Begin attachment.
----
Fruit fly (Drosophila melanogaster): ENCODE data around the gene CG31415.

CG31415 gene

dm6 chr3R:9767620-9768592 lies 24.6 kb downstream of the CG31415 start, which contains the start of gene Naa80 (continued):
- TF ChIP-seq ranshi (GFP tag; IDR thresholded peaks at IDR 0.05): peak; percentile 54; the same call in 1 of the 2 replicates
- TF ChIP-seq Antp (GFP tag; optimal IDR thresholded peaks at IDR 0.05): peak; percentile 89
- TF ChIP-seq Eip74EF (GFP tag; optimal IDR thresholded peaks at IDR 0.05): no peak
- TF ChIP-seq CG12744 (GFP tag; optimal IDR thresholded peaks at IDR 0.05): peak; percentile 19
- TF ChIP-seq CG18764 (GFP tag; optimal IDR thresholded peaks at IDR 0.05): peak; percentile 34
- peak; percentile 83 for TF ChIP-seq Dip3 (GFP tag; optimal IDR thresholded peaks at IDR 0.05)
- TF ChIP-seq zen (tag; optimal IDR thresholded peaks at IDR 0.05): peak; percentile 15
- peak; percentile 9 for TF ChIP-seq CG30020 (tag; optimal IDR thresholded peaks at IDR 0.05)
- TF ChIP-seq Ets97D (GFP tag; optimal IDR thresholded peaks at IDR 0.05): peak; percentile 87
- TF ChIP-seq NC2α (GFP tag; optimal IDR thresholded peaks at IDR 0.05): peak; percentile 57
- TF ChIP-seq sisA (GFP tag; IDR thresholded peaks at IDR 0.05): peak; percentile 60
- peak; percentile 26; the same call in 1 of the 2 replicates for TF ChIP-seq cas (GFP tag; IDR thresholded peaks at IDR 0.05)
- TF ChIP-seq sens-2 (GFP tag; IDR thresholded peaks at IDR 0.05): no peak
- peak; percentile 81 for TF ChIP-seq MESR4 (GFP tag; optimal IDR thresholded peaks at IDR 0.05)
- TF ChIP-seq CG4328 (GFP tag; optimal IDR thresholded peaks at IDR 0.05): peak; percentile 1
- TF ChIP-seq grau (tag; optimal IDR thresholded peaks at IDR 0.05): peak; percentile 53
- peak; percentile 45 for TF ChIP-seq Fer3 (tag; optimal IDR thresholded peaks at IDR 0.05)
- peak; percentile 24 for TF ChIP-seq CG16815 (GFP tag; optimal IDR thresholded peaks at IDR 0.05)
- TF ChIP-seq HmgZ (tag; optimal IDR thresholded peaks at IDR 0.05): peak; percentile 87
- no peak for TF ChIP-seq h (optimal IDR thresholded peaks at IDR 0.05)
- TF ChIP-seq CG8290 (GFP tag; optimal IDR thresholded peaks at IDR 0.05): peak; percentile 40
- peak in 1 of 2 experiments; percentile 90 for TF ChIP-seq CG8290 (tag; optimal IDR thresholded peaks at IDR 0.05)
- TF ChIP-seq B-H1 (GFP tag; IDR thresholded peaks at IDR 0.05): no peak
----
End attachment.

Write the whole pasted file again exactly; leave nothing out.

Fruit fly (Drosophila melanogaster): ENCODE data around the gene CG31415.

CG31415 gene

dm6 chr3R:9767620-9768592 lies 24.6 kb downstream of the CG31415 start, which contains the start of gene Naa80 (continued):
- TF ChIP-seq ranshi (GFP tag; IDR thresholded peaks at IDR 0.05): peak; percentile 54; the same call in 1 of the 2 replicates
- TF ChIP-seq Antp (GFP tag; optimal IDR thresholded peaks at IDR 0.05): peak; percentile 89
- TF ChIP-seq Eip74EF (GFP tag; optimal IDR thresholded peaks at IDR 0.05): no peak
- TF ChIP-seq CG12744 (GFP tag; optimal IDR thresholded peaks at IDR 0.05): peak; percentile 19
- TF ChIP-seq CG18764 (GFP tag; optimal IDR thresholded peaks at IDR 0.05): peak; percentile 34
- peak; percentile 83 for TF ChIP-seq Dip3 (GFP tag; optimal IDR thresholded peaks at IDR 0.05)
- TF ChIP-seq zen (tag; optimal IDR thresholded peaks at IDR 0.05): peak; percentile 15
- peak; percentile 9 for TF ChIP-seq CG30020 (tag; optimal IDR thresholded peaks at IDR 0.05)
- TF ChIP-seq Ets97D (GFP tag; optimal IDR thresholded peaks at IDR 0.05): peak; percentile 87
- TF ChIP-seq NC2α (GFP tag; optimal IDR thresholded peaks at IDR 0.05): peak; percentile 57
- TF ChIP-seq sisA (GFP tag; IDR thresholded peaks at IDR 0.05): peak; percentile 60
- peak; percentile 26; the same call in 1 of the 2 replicates for TF ChIP-seq cas (GFP tag; IDR thresholded peaks at IDR 0.05)
- TF ChIP-seq sens-2 (GFP tag; IDR thresholded peaks at IDR 0.05): no peak
- peak; percentile 81 for TF ChIP-seq MESR4 (GFP tag; optimal IDR thresholded peaks at IDR 0.05)
- TF ChIP-seq CG4328 (GFP tag; optimal IDR thresholded peaks at IDR 0.05): peak; percentile 1
- TF ChIP-seq grau (tag; optimal IDR thresholded peaks at IDR 0.05): peak; percentile 53
- peak; percentile 45 for TF ChIP-seq Fer3 (tag; optimal IDR thresholded peaks at IDR 0.05)
- peak; percentile 24 for TF ChIP-seq CG16815 (GFP tag; optimal IDR thresholded peaks at IDR 0.05)
- TF ChIP-seq HmgZ (tag; optimal IDR thresholded peaks at IDR 0.05): peak; percentile 87
- no peak for TF ChIP-seq h (optimal IDR thresholded peaks at IDR 0.05)
- TF ChIP-seq CG8290 (GFP tag; optimal IDR thresholded peaks at IDR 0.05): peak; percentile 40
- peak in 1 of 2 experiments; percentile 90 for TF ChIP-seq CG8290 (tag; optimal IDR thresholded peaks at IDR 0.05)
- TF ChIP-seq B-H1 (GFP tag; IDR thresholded peaks at IDR 0.05): no peak